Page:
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Calcium is one of the minerals that have special and particular importance throughout life. During childhood, an adequate intake of calcium ensures healthy bones and teeth, which is why it must be very present in the diet, but also, in women there are three essential moments in which its importance is even greater.
In the first place, during pregnancy, since the fetus is developing and its bones require an extra contribution, secondly, during lactation, since breast milk provides the necessary calcium for the correct feeding and growth of the baby, and thirdly, during menopause, when some of its fixing capacities are lost or worsened.
Childhood: In general, in children, the recommended intake ranges from 500-800mg daily to 1100mg during adolescence, a period in which there is a new growth peak. After this period, and upon reaching adulthood, the recommendation decreases to approximately 800mg per day.
Pregnancy: During pregnancy, breastfeeding and menopause, an extra calcium intake of between 200 and 300mg is recommended above the usual recommendations, but always staying below the maximum level of safety, around 2000-2500mg, since, above all, it can cause constipation, increase the risk of stone formation and other kidney disorders and interfere with the absorption of other minerals such as iron, magnesium and zinc. As a guideline, a glass of milk can be taken as a reference, which provides approximately 300mg of calcium.
Lactation: Curiously, the belief that breastfeeding affects the absorption of calcium and its subsequent fixation to the bone is quite widespread, so that prolonged breastfeeding would be a sure ticket for osteoporosis with the arrival of menopause. Also the number of pregnancies and the time space between them, would make this process difficult. However, nothing could be further from the truth.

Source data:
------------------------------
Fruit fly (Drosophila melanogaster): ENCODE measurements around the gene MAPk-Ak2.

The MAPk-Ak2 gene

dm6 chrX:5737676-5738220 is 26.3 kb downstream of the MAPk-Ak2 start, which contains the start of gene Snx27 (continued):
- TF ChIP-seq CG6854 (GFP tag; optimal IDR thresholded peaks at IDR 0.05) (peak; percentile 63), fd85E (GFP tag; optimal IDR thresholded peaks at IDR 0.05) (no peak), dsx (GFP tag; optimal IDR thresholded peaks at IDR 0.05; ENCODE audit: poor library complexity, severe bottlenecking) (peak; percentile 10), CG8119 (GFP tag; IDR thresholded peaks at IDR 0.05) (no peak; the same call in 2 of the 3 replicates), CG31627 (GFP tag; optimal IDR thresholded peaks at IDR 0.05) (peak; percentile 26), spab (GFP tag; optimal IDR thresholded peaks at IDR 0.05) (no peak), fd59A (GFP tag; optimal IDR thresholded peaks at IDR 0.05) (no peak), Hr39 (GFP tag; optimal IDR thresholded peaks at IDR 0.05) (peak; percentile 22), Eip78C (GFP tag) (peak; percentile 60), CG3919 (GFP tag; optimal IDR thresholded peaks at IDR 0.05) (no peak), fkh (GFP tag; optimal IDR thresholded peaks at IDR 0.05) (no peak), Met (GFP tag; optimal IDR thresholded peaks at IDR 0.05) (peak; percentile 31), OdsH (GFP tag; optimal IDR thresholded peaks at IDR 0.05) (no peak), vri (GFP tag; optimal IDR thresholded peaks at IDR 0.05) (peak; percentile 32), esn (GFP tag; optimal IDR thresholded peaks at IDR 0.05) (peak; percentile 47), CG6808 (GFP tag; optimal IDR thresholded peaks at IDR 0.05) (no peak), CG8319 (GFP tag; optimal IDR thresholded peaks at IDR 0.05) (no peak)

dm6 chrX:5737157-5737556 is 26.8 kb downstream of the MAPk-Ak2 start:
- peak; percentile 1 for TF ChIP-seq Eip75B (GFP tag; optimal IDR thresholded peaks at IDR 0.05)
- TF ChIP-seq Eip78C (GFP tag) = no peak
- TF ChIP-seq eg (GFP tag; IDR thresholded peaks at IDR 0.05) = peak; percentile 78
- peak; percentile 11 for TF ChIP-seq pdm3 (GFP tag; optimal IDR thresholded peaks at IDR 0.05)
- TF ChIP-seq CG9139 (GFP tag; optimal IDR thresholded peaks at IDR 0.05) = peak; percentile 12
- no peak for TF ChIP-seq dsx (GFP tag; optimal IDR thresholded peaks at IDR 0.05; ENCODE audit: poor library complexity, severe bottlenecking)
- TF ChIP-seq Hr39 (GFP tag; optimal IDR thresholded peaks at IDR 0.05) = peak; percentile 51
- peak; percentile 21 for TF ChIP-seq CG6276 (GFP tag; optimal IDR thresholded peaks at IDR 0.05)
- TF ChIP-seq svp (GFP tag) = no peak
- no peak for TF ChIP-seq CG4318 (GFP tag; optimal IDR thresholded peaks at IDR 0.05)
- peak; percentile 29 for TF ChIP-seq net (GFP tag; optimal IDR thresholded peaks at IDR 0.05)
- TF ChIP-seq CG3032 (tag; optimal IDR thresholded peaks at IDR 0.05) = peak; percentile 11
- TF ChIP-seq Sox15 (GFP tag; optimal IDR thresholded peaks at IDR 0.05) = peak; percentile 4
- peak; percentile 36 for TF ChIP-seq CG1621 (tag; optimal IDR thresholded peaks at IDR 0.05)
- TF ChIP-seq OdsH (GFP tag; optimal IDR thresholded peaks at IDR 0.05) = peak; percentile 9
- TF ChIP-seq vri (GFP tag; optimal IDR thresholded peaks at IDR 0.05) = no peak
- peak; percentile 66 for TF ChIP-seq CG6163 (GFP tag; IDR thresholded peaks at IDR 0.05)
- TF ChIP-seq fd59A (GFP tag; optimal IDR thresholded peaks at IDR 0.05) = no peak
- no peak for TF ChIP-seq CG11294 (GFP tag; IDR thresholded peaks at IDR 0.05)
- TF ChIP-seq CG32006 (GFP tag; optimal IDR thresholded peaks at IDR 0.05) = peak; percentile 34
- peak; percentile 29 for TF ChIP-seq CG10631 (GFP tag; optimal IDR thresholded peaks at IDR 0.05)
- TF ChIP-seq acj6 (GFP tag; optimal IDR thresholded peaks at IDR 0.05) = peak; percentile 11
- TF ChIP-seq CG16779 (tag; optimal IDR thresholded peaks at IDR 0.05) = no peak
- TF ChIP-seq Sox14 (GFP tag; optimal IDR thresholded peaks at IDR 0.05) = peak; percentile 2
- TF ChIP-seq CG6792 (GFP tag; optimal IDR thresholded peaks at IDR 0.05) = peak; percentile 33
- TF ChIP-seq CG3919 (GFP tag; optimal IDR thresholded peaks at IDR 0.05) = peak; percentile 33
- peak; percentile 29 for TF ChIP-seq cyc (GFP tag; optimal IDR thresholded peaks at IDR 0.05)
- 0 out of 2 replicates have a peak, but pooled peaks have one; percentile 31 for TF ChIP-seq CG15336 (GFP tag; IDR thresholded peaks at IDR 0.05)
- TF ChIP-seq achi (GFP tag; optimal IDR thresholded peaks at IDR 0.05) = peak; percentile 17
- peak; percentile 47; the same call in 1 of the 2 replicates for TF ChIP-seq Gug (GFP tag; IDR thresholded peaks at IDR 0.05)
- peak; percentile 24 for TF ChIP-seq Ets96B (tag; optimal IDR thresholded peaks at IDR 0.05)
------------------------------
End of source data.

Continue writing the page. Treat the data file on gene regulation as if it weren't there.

Menopause: There have been many studies carried out over the years in reference to the evolution of bone mass in women after pregnancy and lactation and its influence on osteoporosis in menopause. In the vast majority, the loss of bone mass during lactation is analyzed, and the results and observations show that this calcium is recovered little by little once complementary feeding is started, about 6 months after delivery. Interestingly, this loss of bone mass also occurs even if the baby is fed artificially.
Some studies have even made it possible to observe that the number of pregnancies does not influence this loss either, and that, although it is about very close pregnancies, the mother's bone health is not compromised. And others go even further, observing that the maternal diet cannot prevent neither the loss of calcium after childbirth, nor the subsequent recovery of bone mass, but is independent of the maternal calcium intake. The most reliable hypothesis is that calcium metabolism is seen, during pregnancy and lactation,
Neither a high number of pregnancies, of up to 5 or more children, nor periods of breastfeeding longer than 2 years, cause any long-term decrease in bone density. The bone density of women can be considered independent of these factors, and osteoporosis that can be diagnosed in menopause has nothing to do with breastfeeding time or the number of offspring.
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